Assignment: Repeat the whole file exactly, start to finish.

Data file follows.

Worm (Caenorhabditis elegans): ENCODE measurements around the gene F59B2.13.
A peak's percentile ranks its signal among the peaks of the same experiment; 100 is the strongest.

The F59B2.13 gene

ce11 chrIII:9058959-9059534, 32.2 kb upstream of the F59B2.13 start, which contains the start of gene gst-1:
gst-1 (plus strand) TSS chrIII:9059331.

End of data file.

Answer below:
Worm (Caenorhabditis elegans): ENCODE measurements around the gene F59B2.13.
A peak's percentile ranks its signal among the peaks of the same experiment; 100 is the strongest.

The F59B2.13 gene

ce11 chrIII:9058959-9059534, 32.2 kb upstream of the F59B2.13 start, which contains the start of gene gst-1:
gst-1 (plus strand) TSS chrIII:9059331.